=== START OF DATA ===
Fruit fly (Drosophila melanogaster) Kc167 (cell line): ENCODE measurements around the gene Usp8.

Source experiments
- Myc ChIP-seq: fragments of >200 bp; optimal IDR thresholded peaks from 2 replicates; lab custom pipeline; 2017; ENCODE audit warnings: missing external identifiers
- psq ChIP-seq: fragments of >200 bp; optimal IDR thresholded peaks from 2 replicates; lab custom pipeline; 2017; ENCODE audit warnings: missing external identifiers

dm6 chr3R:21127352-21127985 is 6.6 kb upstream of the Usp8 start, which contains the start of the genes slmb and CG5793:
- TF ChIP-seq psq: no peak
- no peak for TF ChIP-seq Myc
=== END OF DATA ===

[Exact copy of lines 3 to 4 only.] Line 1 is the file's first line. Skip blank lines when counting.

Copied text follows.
- Myc ChIP-seq: fragments of >200 bp; optimal IDR thresholded peaks from 2 replicates; lab custom pipeline; 2017; ENCODE audit warnings: missing external identifiers
- psq ChIP-seq: fragments of >200 bp; optimal IDR thresholded peaks from 2 replicates; lab custom pipeline; 2017; ENCODE audit warnings: missing external identifiers